GATS also concerns developing countries, which see it as an instrument that will allow them to attract investment or expertise, in particular to sectors that form the basic structure of their economies, for example, telecommunications, financial services or IT. On the other hand, more developed countries see GATS as an instrument that will allow them to operate on a larger scale by investing in third countries. GATS provides a framework that will allow this movement of services to take place in a stable and predictable manner. Negotiations on services are therefore an integral component of the Doha Development Agenda.

GATS and the WTO

The General Agreement on Tariffs and Trade (GATT) was signed in 1947 and entered into force in 1948. It should have been part of a process to create an International Trade Organisation (as a specialist United Nations agency alongside the World Bank and International Monetary Fund) but this objective never came to fruition. However, this did not prevent the GATT itself from developing into an international organisation which primarily achieved significant tariff reductions for industrial goods during seven trade rounds. The main trade rounds were the Kennedy Round (1964-67), the Tokyo Round (1973-79) and the Uruguay Round (1986-94). The Uruguay Round led to the creation of the World Trade Organisation (WTO) at the ministerial meeting in Marrakech in April 1995.

The WTO headquarters and secretariat are based in Geneva. Its supreme decision-making body, the Ministerial Conference, meets once every two years.

One level below the Ministerial Conference is the General Council (with representatives from the 153 countries that are currently WTO members) followed by several subsidiary bodies:

  1. Council for Trade in Goods;
  2. Council for Trade-related aspects of intellectual property (TRIPS);
  3. Council for Trade in Services which meets for two weeks every other month in Geneva.

The EU member states are individual members of the WTO but under the terms of regulations governing European trade policy (Article 133 of the Treaty establishing the European Community) the European Commission leads negotiations on behalf of the European Union and acts as the Union’s sole spokesperson in Geneva.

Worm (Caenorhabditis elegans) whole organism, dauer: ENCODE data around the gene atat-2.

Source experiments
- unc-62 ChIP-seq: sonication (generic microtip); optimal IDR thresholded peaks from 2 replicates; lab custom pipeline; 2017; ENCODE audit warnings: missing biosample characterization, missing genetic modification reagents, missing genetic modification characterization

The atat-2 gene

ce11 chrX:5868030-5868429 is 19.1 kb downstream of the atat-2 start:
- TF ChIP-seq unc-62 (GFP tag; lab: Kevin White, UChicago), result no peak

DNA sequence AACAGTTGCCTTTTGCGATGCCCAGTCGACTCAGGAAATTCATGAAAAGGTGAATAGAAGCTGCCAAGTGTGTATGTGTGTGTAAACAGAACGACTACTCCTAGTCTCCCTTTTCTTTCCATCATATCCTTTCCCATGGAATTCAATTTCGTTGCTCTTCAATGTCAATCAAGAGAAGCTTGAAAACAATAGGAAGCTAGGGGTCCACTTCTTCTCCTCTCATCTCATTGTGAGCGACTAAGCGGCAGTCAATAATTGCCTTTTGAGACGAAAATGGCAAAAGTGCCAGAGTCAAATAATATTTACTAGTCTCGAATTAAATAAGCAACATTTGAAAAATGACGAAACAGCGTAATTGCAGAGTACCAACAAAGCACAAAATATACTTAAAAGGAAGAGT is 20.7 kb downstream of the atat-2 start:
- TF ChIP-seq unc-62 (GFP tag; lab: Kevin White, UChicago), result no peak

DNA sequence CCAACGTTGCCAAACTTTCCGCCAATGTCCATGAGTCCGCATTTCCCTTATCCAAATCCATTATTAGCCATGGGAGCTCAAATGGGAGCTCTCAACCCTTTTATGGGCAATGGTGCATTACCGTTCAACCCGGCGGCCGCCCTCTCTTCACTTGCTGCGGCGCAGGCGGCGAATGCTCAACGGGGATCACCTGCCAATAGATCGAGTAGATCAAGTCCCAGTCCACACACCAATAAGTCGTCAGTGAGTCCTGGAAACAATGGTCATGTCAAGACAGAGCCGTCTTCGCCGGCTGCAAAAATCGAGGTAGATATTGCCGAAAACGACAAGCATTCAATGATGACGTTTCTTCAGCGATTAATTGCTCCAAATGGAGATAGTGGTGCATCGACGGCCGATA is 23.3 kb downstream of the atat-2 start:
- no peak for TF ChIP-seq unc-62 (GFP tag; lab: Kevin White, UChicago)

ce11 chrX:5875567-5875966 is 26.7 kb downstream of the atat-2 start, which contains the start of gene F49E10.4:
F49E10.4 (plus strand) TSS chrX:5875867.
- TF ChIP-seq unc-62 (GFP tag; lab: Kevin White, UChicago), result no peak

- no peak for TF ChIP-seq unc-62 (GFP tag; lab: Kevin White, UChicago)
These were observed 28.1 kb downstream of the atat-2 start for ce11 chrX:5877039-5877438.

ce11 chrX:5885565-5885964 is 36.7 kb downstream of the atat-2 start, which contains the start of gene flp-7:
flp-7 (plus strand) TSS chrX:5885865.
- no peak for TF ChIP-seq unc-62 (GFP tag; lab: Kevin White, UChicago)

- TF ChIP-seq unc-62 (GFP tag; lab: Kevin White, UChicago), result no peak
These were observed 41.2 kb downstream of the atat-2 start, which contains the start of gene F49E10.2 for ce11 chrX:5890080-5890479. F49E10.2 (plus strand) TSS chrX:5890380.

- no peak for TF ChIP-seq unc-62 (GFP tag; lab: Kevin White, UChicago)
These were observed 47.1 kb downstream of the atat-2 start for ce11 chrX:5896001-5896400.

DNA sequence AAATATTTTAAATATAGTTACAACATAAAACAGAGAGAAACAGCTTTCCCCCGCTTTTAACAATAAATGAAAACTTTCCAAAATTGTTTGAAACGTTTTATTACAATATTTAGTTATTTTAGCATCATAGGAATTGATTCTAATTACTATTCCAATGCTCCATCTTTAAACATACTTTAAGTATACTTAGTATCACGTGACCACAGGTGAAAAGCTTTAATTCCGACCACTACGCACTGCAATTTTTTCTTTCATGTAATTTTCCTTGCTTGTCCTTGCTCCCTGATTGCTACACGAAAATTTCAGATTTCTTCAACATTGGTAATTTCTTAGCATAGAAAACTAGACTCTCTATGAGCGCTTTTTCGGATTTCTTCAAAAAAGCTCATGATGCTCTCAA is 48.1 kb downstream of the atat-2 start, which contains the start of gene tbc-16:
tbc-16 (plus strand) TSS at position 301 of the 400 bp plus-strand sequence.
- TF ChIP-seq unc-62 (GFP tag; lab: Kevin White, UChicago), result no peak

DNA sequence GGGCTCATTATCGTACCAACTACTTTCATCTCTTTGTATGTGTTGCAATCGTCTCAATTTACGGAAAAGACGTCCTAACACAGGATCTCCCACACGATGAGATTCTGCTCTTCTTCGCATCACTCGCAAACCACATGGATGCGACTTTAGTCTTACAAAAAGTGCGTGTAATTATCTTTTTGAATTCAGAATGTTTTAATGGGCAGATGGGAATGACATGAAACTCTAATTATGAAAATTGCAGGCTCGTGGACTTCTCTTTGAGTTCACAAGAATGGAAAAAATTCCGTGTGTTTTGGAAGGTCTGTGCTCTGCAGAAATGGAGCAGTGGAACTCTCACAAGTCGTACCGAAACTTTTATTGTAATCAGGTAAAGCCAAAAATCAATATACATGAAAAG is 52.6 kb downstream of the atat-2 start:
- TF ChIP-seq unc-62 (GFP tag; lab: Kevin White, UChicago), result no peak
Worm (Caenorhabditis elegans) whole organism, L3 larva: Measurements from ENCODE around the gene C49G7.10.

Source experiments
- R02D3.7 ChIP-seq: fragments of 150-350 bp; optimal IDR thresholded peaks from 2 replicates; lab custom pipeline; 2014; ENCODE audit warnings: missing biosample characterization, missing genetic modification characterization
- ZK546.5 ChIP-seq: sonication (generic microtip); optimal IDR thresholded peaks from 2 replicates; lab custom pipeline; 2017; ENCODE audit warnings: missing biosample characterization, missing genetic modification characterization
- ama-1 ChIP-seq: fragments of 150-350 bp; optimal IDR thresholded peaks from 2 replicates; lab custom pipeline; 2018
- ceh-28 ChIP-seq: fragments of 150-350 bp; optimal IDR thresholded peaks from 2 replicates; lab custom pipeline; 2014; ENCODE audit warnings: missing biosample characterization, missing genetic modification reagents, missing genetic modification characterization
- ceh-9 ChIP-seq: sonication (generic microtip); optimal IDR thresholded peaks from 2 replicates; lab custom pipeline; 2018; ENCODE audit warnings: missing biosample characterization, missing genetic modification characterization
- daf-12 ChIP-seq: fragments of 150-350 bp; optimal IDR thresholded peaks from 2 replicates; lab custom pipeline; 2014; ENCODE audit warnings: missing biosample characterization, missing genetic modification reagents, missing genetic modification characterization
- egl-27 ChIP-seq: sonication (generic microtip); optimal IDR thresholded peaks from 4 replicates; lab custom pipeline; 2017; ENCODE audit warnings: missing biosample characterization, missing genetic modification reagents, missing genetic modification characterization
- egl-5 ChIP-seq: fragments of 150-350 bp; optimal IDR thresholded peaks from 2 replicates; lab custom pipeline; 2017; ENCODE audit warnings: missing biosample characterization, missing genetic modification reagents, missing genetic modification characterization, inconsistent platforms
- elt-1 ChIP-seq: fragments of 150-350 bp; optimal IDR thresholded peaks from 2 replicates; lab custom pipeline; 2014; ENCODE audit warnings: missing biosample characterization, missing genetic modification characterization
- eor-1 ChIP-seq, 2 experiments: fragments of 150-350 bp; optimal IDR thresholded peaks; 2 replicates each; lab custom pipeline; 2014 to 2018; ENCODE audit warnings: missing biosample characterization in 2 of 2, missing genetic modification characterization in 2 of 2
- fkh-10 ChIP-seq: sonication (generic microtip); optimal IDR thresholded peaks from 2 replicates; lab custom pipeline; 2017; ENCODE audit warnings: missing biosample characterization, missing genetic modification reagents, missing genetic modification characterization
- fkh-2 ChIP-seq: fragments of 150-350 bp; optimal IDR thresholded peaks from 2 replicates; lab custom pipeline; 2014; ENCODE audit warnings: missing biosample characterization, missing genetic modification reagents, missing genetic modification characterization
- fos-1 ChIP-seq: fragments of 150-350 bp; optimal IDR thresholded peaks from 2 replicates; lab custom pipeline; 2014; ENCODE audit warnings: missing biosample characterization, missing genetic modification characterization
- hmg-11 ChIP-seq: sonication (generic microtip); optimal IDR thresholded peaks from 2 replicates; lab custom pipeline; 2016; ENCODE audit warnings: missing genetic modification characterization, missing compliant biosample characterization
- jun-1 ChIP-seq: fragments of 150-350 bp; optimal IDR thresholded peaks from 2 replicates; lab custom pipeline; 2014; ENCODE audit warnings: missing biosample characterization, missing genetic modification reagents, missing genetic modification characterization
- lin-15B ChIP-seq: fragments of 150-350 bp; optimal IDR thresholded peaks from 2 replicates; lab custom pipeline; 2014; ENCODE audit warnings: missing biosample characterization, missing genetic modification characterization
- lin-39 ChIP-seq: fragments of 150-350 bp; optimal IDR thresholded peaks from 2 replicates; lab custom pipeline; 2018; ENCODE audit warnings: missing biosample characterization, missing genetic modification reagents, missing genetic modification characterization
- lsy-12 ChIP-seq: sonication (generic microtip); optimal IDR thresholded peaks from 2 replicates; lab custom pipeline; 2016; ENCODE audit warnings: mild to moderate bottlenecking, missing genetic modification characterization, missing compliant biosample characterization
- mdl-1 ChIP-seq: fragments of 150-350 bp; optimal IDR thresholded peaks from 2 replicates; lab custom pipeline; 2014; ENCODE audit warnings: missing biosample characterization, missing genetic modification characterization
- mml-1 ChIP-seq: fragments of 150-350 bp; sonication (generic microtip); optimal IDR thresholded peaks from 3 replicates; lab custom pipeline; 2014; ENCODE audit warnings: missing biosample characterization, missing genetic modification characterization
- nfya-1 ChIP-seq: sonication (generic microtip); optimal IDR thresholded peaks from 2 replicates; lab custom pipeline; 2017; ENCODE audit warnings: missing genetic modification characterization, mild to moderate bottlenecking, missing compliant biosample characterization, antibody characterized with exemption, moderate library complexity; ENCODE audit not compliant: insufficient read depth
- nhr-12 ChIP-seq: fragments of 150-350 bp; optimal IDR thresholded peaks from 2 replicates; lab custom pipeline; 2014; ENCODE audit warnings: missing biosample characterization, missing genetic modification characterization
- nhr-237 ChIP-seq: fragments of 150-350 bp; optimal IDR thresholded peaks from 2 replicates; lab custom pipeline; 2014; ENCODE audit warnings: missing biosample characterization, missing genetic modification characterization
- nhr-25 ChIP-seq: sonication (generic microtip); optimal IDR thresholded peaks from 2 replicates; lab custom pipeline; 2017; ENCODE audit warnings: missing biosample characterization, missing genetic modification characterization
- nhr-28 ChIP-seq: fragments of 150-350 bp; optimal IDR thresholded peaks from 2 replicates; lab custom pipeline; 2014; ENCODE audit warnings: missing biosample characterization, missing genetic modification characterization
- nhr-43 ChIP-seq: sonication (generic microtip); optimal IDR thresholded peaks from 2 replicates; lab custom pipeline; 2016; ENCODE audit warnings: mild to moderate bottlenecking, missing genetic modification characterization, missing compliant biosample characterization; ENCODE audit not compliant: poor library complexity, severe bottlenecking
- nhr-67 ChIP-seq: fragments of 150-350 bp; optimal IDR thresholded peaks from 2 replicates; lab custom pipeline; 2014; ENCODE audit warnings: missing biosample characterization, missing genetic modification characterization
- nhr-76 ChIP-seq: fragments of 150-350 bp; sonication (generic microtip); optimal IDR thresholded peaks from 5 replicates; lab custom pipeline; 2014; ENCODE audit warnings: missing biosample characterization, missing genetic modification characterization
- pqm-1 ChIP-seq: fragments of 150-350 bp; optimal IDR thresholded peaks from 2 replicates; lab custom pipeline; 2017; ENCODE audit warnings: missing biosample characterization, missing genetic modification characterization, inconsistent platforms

The General Agreement on Trade in Services (GATS) is a set of legally binding multilateral rules that aim to regulate international trade in services and progressively liberalise trade in services in order to promote economic growth amongst all trade partners. It includes a general framework, eight sector annexes, lists of specific commitments made by each member state and lists of exceptions granted by members under the most favoured nation clause (see below).

The preamble to the agreement establishes a link between economic growth and a strong services sector: regulation and liberalisation under GATS are not goals in themselves, but should promote economic growth for all trade partners.
GATS contains legally binding provisions which were negotiated during the Uruguay Round (and therefore negotiated again during the DDA). The agreement, along with the schedules of specific commitments made by each member state, was signed at the ministerial meeting in Marrakech in 1994 and then ratified by all WTO member states. In Belgium, this means that the agreement was approved by the Federal Parliament and by all of the parliaments in the regions and communities.

Which services are covered?

GATS covers not only services that are part of a country’s basic economic infrastructure,  for example transport services (sea, land and road transport), financial services (banking and insurance activities), telecommunications services, postal services and express delivery services and energy services but also ‘upstream’ services, such as construction, environment, distribution, tourism and professional services and social services, for example education, health care, social services, recreation services and cultural services.